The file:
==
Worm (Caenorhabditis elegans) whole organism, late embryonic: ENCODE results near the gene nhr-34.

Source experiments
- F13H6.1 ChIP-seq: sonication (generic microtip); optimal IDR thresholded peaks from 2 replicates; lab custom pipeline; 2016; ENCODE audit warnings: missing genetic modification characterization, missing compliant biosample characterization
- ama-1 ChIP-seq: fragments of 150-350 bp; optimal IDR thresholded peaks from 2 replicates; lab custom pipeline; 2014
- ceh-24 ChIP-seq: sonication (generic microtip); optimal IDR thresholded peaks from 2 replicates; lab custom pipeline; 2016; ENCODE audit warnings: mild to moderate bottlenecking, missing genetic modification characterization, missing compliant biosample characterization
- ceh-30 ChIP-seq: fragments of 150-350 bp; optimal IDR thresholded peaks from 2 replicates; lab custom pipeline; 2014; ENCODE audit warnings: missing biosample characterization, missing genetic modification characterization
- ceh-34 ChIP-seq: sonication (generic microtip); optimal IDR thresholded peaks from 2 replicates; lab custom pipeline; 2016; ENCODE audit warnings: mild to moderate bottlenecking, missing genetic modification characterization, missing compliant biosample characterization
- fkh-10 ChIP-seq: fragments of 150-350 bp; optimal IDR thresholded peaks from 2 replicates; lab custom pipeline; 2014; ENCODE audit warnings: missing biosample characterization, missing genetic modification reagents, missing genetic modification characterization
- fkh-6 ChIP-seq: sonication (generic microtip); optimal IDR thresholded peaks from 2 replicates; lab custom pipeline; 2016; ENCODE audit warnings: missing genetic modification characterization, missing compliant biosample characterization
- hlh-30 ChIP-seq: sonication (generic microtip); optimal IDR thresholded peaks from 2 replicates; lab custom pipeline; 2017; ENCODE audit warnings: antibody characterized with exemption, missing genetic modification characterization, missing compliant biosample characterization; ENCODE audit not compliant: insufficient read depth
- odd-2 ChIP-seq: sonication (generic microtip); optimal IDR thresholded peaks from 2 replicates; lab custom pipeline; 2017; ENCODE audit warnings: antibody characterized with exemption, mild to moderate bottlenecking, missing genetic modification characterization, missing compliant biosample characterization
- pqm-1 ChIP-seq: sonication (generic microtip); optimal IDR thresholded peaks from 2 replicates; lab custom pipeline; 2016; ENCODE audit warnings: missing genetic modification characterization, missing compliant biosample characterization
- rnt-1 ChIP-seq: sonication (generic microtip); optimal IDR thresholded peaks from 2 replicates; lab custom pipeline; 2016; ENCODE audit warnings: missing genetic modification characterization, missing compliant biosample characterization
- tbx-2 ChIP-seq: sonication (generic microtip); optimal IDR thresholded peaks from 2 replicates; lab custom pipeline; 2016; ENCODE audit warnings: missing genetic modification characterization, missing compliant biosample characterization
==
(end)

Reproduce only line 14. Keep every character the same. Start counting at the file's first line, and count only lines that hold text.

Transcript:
- tbx-2 ChIP-seq: sonication (generic microtip); optimal IDR thresholded peaks from 2 replicates; lab custom pipeline; 2016; ENCODE audit warnings: missing genetic modification characterization, missing compliant biosample characterization